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Biology and Psychology of Erectile Dysfunction

If you work with male patients, especially older ones, you might find some of them dealing with erectile dysfunction (ED). When a man has ED, he’s unable to achieve an erection that’s firm enough for intercourse. ED is a frustrating condition that often causes problems in relationships and diminished self-esteem. Many ED patients feel like they’re “less of a man” because they can’t perform sexually the way they used to.

What causes ED? There are a number of potential causes, some biological, some psychological. In this post, we’ll discuss some of the more common causes.

Biological Causes

To understand the biological causes of erectile dysfunction, it helps to understand the physiological process of erection.

A man can be sexually aroused by a variety of stimuli, such as the touch of his partner, the sight of someone attractive on television, or a fantasy he thinks over in his mind. Once this happens, signals in the brain trigger activity in the penis. Soft tissue in the penis relaxes and arteries expand to allow increased blood flow. This additional blood makes the penis erect. Veins constrict so that the blood stays in the penis until the sexual stimulation ends or until the man ejaculates. At that point, the veins open again, allowing blood to flow back into the body.

Medical conditions that interfere with this communication and blood flow process are often linked to ED. Here are some common culprits:

·         Diabetes

·         Cardiovascular disease

·         Obesity

·         High blood pressure

·         High cholesterol

·         Low testosterone

·         Kidney disease

·         Stroke

·         Multiple sclerosis

Men with diabetes may develop ED because of neuropathy – nerve damage that, in this case, prevents the transmission of signals from the brain to the penis. Men who have had a stroke may have similar problems with nerves, as can men with multiple sclerosis.

Men recovering from prostate surgery are prone to erection dysfunction as well. The prostate is surrounded by nerves essential for erectile function. Surgeons try to spare as many nerves as they can, but in many cases, patients still have erectile problems. Penile rehabilitation can help in this situation.

Atherosclerosis – hardening of the arteries – can happen to men with heart disease, diabetes, and high cholesterol. When atherosclerosis occurs, the arterial pathways into the penis are narrowed or blocked. With less blood flowing into the penis, a man may not be able to get an erection rigid enough for sex. Or, he might not be able to get an erection at all.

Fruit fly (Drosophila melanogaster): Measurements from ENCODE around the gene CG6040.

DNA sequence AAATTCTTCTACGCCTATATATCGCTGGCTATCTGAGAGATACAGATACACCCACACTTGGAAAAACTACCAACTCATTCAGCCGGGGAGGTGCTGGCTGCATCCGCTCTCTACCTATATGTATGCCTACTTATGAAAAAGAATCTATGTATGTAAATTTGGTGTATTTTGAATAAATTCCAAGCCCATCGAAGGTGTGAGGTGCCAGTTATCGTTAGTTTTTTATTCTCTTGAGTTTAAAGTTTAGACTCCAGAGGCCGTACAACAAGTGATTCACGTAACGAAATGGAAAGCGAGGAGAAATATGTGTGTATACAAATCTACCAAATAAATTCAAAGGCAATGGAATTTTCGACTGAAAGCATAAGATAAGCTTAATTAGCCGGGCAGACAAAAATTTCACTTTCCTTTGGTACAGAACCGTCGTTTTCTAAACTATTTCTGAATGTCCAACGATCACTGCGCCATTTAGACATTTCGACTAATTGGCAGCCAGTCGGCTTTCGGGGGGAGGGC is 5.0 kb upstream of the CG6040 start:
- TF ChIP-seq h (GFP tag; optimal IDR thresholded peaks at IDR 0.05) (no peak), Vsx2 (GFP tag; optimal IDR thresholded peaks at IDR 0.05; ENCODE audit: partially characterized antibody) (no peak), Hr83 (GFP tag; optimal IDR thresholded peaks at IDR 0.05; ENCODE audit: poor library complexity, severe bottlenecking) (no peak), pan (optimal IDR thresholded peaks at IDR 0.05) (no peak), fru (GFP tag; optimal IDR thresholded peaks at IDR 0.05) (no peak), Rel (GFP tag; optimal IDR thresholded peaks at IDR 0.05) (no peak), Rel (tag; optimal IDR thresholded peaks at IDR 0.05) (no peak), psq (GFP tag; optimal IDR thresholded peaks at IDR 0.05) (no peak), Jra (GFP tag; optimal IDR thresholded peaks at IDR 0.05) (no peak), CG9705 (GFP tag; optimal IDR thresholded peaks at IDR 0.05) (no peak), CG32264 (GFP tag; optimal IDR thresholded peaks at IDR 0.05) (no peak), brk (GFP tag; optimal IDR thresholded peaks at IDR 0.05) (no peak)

Often, ED can be treated by targeting the underlying medical condition that causes it. Medications and devices are other helpful options.

Psychological Causes

Psychology may also play a role in the development of erectile dysfunction. Depression, anxiety, and stress are all possible triggers. A man may be having financial problems or a conflict with his employer. He may have performance anxiety and be so concerned about satisfying his partner that he cannot get an erection.

Problems in a relationship can affect erectile function as well. Unhappiness, anger, and communication breakdowns may fuel the frustration and depression associated with ED.

Another angle to consider is past sexual experiences. A man who has been sexually abused in the past may need to work through feelings of fear, humiliation, or guilt before he can have satisfactory erection.

A man whose ED stems from psychological causes may find counseling or sex therapy helpful. He may choose to take these routes on his own or with his partner.

It’s possible that a man’s ED may have both biological and psychological causes.

Assurance and Understanding

Many men are reluctant to admit they’re having sexual problems. They may feel nervous about bringing it up and awkward about describing their feelings.

If you suspect that your patient has ED, assure him that it’s a common and treatable condition and that getting help will benefit not only his sex life but his overall health and well-being.


Sexual Medicine Society of North America

“Common Causes – Erectile Dysfunction”

“ED as an Indicator”

“Questions to Ask Your Health Care Provider about Erectile Dysfunction (ED)”